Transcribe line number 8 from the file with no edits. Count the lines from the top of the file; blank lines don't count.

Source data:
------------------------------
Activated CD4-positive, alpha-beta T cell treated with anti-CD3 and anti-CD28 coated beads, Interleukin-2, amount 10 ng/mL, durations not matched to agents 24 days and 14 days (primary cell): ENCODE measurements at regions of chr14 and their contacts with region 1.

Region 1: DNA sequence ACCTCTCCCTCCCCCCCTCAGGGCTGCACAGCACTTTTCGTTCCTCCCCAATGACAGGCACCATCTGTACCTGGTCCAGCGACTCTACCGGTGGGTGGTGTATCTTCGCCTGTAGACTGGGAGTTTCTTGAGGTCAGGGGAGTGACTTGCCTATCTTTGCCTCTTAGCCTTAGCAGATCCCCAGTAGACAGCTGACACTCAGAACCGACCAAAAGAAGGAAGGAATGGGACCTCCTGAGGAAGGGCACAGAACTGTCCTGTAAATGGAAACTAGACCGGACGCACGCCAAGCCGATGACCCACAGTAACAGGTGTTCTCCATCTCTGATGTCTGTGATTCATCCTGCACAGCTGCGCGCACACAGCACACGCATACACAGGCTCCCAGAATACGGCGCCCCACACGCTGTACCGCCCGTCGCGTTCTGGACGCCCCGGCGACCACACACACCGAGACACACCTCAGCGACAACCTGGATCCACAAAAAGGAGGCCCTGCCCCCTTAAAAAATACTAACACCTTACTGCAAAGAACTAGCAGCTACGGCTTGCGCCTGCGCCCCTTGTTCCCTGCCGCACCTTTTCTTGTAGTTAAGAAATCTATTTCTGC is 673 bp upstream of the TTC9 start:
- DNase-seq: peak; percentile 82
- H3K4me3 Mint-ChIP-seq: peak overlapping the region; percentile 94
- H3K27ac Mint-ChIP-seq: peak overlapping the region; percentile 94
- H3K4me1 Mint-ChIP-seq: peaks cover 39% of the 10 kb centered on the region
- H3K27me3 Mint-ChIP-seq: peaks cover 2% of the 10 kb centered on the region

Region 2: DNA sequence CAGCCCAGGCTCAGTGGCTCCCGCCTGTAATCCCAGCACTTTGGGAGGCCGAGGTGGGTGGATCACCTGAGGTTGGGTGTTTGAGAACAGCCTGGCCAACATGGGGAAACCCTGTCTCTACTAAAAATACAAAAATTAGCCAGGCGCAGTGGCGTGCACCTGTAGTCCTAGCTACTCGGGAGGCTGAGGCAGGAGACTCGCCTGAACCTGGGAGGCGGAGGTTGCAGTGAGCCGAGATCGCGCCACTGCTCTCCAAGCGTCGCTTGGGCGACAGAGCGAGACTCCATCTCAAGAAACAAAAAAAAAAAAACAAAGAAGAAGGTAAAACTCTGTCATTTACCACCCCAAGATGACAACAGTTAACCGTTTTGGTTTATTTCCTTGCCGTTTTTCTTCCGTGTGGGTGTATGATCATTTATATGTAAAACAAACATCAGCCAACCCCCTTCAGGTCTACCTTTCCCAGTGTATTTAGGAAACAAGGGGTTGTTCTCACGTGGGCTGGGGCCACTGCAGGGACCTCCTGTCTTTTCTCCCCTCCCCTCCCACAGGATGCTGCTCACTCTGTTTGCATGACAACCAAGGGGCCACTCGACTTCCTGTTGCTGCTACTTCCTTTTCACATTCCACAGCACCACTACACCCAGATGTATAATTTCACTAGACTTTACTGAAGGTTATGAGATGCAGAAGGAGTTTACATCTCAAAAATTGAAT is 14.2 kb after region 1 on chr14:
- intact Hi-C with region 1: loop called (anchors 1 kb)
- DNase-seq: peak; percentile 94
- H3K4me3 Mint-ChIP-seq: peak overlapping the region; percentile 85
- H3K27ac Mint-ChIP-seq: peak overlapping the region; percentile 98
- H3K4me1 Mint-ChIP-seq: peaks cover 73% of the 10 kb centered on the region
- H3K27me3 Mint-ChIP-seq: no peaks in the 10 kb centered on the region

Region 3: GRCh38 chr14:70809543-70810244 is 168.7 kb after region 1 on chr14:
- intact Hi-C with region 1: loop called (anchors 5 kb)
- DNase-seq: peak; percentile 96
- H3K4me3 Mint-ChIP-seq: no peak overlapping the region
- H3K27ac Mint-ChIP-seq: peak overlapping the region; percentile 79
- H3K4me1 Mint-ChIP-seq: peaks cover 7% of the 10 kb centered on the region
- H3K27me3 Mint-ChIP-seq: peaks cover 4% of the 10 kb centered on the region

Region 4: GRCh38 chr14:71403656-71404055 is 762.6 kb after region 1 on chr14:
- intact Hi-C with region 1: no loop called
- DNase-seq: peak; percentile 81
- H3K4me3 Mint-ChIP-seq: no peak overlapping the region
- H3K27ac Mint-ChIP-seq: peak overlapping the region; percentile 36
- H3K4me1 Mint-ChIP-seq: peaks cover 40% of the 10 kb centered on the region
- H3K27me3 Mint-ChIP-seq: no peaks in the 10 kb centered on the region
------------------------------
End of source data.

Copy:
Region 2: DNA sequence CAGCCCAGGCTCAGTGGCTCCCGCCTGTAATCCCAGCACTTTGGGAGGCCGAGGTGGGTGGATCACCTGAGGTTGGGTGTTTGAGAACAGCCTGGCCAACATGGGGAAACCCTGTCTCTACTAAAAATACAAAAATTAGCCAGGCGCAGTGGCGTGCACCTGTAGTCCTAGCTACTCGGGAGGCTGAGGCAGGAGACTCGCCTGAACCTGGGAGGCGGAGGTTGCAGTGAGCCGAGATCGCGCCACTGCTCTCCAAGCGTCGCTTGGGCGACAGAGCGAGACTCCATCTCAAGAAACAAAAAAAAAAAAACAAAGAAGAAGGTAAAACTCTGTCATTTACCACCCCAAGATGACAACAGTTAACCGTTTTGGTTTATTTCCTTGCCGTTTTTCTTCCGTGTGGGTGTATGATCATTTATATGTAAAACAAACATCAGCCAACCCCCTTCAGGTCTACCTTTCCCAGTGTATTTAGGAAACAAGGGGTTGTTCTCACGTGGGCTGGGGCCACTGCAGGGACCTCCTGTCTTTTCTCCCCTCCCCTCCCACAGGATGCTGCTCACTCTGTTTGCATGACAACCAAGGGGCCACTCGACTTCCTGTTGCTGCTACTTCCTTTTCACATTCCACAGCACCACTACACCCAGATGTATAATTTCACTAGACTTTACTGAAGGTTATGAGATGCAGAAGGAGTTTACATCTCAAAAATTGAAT is 14.2 kb after region 1 on chr14: